Sturdy also said that she asks company VPs what other job tenders staff engineers are considering in order to gauge their talent quality. “I think it tells a lot,” she said. “The strength of the constructing team at Stripe for example — the caliber at every level is just amazing.”
Channeling the underdog
Despite her big wins, Unfaltering doesn’t plan on shedding her underdog status, she said. After all, she was somewhat of a big and surprising bet for Google.
Sturdy joined Google in 2007 in a scenario and marketing role, later moving into a sales role. Google had just bought YouTube and wondered how it determination sell multiple products and evolve beyond a Search company. Then in 2010, Sturdy began leading Google’s emerging responsibilities, overseeing the growth of new ads and commerce products like Adwords Express and Google Offers. She was tasked with hiring various hundred people in roughly six months, she said.
“To me, that became a fun business problem to solve,” Sturdy said. “I got to do a lot of regulation roles I wasn’t super qualified for but I was able to step into and work hard.”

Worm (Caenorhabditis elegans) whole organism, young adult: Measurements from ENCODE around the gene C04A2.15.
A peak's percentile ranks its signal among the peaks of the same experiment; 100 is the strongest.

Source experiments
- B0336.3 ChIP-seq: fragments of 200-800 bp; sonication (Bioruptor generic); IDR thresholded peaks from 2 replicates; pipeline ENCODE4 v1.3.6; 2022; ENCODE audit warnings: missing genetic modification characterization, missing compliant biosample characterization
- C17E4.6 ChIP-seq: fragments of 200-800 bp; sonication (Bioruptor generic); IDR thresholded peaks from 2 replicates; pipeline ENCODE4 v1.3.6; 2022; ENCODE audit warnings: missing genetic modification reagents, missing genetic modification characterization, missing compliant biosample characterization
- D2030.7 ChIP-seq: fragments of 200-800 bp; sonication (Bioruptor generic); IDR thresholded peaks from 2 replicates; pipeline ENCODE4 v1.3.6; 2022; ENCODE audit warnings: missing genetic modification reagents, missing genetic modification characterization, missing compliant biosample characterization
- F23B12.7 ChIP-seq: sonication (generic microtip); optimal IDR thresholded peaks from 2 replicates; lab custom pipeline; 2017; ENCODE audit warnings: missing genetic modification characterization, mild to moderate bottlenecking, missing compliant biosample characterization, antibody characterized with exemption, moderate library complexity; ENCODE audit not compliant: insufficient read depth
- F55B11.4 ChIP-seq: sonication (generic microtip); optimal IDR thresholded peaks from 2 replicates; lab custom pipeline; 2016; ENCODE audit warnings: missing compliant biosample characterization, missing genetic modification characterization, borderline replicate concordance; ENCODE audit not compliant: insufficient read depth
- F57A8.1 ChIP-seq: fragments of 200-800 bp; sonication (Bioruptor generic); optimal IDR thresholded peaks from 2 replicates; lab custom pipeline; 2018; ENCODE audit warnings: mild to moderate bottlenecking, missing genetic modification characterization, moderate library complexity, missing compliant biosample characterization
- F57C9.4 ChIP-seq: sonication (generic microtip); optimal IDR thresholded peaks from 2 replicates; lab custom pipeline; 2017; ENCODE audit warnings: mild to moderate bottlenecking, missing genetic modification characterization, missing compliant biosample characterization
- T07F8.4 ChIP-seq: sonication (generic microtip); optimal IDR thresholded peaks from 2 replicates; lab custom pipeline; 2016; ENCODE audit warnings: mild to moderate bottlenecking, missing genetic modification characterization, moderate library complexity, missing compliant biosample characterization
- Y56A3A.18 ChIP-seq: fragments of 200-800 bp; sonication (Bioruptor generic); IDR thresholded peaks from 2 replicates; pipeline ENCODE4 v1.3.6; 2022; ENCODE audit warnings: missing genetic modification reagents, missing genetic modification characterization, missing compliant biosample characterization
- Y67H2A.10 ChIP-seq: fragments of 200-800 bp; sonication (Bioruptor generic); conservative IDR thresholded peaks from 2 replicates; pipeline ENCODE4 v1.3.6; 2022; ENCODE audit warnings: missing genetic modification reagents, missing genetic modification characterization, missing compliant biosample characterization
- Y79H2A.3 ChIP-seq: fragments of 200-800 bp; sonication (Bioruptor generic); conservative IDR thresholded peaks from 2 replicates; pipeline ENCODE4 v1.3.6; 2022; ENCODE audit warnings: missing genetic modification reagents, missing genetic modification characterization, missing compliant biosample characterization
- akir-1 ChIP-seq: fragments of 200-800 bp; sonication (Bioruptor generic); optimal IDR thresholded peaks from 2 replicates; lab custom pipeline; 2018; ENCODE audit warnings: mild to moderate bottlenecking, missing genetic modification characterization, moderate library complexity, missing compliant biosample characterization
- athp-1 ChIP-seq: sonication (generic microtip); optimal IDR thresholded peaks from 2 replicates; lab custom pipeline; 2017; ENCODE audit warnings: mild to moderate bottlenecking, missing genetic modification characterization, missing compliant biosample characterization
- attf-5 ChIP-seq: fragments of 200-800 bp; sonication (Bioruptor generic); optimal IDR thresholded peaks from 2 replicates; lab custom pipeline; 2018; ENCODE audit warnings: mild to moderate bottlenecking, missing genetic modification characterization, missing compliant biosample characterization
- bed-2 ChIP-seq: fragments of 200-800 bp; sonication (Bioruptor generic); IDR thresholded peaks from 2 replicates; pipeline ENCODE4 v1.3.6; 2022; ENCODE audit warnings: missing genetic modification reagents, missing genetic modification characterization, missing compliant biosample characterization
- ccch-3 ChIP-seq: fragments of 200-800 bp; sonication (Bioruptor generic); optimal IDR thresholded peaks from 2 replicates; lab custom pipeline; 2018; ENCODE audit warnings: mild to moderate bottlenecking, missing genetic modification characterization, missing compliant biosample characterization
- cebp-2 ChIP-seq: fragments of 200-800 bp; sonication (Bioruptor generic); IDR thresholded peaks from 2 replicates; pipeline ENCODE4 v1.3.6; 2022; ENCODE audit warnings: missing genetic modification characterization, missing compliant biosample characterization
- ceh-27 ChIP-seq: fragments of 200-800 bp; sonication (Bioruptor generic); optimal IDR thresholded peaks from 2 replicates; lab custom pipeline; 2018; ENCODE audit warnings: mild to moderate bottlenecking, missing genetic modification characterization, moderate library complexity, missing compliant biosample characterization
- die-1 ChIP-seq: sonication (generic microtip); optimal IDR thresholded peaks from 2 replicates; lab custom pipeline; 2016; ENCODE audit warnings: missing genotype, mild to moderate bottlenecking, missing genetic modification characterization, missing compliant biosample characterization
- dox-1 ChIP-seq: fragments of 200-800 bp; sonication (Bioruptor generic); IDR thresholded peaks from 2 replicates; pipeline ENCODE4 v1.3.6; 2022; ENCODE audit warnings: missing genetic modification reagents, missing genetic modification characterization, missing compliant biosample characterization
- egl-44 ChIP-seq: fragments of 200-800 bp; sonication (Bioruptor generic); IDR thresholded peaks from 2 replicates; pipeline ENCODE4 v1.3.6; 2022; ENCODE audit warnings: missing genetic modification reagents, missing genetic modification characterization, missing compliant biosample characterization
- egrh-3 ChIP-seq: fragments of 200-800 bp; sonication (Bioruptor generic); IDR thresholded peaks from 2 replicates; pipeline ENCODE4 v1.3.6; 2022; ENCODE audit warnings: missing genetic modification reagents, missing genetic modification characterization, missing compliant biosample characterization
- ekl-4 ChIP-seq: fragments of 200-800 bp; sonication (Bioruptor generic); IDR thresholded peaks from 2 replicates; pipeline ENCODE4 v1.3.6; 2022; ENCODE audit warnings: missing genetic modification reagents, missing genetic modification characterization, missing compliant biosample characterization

Sturdy caught the attention of David Lawee, a longtime Google battle-scarred who was forming a growth stage investment arm known at the time as Google Capital — now CapitalG .
“I kind of made it a point to be aware who all the stars were inside of Google, and Laela’s name came up a lot,” Lawee said. “It came from people I trusted liking Claire Johnson, Sheryl Sandberg — some of the most successful women in Silicon Valley over the last decade.”
Lawee brought her on to the group despite lack of experience in investments.
“It was a relatively big bet, so you want to bet they’re going to be at least as good as the other people at the public limited company,” Lawee said. “The core bet at CapitalG was to build a more cultural, collaborative environment than other firms and Laela fit across all the dimensions.”
Being are often first drawn in by her personality, which Lawee called charismatic and disarming.
“You may get exposed to the EQ first but you’ll also get uncovered to the IQ,” he said. “She’s always someone that adds to a process and it keeps revealing itself the more you get to know her.”